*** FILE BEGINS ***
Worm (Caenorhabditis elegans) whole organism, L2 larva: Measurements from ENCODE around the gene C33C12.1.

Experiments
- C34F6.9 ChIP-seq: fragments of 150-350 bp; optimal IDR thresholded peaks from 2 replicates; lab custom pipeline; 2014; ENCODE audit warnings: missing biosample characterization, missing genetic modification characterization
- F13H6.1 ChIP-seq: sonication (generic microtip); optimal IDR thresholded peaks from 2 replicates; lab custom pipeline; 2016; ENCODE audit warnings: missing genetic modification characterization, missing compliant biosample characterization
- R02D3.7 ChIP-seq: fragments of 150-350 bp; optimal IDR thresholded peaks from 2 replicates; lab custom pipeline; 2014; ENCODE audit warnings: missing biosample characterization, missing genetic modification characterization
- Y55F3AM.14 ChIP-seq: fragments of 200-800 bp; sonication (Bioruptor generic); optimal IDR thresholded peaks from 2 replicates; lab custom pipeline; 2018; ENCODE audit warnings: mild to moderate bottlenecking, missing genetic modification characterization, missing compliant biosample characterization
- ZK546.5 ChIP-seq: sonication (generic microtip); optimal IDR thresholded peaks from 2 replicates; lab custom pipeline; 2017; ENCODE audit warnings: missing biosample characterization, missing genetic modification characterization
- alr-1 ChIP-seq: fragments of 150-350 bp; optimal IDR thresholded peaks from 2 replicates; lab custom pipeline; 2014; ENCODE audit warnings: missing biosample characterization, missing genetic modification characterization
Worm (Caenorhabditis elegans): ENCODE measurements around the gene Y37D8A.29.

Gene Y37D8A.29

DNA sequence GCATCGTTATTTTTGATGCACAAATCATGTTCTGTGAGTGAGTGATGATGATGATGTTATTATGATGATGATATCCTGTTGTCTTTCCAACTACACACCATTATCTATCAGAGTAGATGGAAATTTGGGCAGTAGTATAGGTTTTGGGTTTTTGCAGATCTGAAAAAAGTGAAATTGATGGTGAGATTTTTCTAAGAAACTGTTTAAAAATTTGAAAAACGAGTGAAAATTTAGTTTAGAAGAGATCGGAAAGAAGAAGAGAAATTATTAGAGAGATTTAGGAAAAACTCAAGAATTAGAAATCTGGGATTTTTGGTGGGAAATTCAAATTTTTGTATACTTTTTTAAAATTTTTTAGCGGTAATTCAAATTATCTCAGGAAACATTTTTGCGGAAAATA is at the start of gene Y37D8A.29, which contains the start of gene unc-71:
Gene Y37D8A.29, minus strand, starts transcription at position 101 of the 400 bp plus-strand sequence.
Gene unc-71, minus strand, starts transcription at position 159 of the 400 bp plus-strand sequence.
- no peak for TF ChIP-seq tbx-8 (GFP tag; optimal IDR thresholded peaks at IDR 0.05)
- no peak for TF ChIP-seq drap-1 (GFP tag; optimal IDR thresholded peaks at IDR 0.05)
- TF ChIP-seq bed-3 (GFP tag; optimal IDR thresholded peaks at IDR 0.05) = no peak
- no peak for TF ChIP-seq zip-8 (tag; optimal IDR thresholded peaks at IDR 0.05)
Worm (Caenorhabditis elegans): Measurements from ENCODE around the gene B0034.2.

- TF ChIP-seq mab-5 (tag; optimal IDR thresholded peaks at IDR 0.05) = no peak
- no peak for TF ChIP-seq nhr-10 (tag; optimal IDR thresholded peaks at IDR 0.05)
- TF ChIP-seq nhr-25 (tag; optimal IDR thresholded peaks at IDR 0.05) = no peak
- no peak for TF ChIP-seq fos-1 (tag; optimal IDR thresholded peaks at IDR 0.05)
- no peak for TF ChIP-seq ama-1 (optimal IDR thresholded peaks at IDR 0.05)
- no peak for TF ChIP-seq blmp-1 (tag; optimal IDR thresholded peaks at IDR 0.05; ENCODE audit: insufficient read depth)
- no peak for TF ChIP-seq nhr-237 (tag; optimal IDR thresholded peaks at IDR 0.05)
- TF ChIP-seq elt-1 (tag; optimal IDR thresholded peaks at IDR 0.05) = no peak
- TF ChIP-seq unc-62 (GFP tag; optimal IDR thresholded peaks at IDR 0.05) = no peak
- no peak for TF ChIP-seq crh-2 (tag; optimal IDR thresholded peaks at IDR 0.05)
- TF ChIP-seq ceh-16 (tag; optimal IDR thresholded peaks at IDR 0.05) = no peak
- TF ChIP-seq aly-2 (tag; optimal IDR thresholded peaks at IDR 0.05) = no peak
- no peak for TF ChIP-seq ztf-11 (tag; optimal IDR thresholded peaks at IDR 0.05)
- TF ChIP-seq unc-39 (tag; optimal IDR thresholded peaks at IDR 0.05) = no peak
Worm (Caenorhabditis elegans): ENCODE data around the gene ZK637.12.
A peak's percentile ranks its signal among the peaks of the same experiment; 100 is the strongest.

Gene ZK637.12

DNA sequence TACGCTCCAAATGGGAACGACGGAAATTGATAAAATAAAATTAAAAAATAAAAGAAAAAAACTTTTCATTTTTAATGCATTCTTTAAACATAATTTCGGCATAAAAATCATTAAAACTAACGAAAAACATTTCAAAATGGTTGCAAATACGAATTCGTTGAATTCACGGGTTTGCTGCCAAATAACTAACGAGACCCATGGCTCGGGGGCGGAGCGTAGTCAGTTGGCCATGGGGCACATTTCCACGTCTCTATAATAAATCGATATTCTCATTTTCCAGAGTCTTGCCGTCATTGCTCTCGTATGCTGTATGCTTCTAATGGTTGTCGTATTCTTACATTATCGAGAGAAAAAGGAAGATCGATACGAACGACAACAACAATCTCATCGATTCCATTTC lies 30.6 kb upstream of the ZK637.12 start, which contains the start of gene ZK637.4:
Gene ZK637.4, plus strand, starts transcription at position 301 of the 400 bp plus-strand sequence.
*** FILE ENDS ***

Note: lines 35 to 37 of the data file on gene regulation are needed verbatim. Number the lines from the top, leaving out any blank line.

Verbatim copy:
Gene ZK637.12

DNA sequence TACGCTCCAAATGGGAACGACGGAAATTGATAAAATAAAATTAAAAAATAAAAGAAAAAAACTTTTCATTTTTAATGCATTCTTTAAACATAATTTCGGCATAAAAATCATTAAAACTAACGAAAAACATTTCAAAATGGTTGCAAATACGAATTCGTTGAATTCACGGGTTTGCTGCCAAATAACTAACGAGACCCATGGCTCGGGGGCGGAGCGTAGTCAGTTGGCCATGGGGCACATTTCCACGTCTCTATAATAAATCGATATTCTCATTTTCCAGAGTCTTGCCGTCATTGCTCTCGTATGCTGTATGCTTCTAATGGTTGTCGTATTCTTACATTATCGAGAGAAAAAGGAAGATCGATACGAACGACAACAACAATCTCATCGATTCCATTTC lies 30.6 kb upstream of the ZK637.12 start, which contains the start of gene ZK637.4:
Gene ZK637.4, plus strand, starts transcription at position 301 of the 400 bp plus-strand sequence.